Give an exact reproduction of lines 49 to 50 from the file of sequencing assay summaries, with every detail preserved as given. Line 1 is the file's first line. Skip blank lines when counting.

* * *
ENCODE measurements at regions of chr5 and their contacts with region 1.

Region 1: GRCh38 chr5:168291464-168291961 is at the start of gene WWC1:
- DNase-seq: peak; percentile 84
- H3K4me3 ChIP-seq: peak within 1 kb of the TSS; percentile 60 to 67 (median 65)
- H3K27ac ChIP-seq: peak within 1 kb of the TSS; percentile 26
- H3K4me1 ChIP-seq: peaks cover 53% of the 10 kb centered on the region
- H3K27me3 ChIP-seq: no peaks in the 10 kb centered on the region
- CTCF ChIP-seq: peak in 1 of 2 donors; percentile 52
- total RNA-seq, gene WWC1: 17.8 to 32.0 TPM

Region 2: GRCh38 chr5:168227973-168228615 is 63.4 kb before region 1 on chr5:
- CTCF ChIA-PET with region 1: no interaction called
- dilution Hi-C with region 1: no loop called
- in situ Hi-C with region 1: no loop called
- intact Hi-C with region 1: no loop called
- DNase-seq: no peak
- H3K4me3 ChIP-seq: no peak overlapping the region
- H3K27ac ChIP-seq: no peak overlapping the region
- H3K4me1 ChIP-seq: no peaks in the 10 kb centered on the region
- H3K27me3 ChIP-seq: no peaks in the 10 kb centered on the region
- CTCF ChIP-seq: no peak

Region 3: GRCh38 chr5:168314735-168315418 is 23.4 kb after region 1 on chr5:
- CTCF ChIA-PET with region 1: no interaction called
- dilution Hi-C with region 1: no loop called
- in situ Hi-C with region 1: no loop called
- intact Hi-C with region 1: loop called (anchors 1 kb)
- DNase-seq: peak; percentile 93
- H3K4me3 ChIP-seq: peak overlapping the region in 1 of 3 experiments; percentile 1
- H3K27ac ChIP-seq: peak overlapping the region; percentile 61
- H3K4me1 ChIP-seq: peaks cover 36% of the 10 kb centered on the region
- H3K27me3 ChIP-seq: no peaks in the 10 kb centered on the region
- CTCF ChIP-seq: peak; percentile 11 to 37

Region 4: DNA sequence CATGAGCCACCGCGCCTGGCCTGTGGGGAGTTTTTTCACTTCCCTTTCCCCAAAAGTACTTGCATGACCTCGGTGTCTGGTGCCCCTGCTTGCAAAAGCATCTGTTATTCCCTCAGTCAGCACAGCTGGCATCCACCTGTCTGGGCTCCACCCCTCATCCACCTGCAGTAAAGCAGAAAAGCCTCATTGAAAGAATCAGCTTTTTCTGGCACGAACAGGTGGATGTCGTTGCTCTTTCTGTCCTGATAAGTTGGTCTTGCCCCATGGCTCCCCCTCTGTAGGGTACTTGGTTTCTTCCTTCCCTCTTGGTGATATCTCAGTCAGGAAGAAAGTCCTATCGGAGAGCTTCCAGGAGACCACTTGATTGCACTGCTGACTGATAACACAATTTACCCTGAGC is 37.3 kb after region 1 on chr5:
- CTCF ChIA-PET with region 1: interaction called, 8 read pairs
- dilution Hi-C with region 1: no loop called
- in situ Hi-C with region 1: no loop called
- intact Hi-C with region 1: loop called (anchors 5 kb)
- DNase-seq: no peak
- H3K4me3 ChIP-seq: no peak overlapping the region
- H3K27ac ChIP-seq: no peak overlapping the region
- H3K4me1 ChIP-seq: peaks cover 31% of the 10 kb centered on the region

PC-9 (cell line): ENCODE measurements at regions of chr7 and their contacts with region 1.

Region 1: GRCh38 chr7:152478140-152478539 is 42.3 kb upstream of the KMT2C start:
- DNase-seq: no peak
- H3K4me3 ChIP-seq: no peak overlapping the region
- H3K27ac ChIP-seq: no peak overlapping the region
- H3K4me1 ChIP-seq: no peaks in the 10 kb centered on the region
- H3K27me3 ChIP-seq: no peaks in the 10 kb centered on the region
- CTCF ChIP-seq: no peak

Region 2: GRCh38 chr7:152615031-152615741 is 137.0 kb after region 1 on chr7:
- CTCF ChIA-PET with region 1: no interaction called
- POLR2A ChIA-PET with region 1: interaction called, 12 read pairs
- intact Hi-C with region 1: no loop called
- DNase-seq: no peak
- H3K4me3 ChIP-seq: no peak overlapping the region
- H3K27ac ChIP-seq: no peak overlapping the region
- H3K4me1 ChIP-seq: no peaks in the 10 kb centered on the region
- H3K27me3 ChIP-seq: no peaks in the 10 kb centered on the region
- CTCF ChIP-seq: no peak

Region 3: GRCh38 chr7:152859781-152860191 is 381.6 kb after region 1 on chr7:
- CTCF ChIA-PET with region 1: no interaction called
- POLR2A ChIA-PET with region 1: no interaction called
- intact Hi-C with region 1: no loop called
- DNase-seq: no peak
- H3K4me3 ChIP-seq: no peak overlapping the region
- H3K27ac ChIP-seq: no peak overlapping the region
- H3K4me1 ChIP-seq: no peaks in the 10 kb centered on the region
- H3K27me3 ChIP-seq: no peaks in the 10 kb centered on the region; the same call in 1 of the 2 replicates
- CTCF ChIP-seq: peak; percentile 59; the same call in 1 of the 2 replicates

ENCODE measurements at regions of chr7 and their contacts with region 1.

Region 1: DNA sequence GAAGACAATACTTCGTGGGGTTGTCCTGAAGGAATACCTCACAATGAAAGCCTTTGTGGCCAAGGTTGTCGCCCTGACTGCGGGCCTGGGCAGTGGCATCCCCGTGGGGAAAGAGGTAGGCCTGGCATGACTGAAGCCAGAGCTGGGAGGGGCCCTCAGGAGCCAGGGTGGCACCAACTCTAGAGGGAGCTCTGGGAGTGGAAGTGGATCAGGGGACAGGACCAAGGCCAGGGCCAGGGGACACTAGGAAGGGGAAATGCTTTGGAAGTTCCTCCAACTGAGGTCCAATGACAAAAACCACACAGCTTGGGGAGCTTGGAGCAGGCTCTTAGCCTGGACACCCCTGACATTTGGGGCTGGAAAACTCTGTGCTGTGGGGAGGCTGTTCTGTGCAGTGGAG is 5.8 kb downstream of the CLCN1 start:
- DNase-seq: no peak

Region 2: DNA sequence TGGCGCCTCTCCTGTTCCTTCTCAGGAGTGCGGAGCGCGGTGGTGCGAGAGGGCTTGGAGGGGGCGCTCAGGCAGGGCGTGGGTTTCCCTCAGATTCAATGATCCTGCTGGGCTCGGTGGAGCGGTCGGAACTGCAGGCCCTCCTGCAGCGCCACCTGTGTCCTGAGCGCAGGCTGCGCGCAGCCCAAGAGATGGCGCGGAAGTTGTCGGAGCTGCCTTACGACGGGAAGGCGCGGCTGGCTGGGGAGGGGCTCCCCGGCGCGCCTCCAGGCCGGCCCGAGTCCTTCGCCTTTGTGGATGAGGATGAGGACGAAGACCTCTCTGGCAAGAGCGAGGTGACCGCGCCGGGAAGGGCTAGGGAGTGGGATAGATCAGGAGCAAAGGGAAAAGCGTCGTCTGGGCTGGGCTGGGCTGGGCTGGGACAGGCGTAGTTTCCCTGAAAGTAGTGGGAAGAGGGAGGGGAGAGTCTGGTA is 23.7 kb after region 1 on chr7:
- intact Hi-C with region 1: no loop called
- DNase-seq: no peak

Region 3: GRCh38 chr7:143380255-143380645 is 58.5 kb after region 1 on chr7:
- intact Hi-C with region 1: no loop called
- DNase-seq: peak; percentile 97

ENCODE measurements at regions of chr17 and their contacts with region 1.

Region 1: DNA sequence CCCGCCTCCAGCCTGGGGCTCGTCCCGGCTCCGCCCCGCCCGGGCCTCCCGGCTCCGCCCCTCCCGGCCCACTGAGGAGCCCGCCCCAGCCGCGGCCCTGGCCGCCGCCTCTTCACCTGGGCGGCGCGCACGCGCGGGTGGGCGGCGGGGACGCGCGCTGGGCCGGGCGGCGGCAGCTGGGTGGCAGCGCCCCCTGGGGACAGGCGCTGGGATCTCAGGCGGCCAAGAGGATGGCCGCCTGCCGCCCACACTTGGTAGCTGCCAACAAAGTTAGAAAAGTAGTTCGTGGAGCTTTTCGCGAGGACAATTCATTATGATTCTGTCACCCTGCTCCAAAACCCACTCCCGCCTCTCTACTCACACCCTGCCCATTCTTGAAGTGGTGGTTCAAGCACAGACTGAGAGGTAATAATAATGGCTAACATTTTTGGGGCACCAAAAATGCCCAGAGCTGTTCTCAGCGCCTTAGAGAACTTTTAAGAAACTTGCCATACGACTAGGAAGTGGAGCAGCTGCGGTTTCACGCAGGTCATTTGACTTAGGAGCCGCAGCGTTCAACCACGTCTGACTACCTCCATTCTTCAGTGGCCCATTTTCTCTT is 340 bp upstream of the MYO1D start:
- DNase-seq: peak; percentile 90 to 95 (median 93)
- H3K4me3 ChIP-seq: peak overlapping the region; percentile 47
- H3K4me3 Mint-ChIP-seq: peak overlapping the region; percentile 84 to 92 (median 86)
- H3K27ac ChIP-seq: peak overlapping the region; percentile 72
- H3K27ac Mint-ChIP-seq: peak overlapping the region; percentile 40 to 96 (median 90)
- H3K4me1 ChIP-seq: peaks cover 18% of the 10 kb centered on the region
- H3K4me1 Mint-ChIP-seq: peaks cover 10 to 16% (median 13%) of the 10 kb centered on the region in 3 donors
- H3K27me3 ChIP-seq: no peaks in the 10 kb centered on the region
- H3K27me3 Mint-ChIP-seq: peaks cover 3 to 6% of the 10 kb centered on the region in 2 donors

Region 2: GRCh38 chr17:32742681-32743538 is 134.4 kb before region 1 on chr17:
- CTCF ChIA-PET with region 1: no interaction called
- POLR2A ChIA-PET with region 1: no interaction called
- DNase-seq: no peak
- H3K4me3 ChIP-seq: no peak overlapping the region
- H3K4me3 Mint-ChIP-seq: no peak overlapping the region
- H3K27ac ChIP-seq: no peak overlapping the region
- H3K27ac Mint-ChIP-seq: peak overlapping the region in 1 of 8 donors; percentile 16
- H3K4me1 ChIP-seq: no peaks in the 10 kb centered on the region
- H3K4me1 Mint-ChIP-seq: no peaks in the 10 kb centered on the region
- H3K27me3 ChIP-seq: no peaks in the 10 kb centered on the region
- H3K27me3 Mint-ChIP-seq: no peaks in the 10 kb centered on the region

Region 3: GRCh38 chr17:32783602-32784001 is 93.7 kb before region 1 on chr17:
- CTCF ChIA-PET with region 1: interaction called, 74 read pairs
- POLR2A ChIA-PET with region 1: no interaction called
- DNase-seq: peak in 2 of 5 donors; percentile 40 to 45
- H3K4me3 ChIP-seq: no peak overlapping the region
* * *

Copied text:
Region 2: GRCh38 chr7:152615031-152615741 is 137.0 kb after region 1 on chr7:
- CTCF ChIA-PET with region 1: no interaction called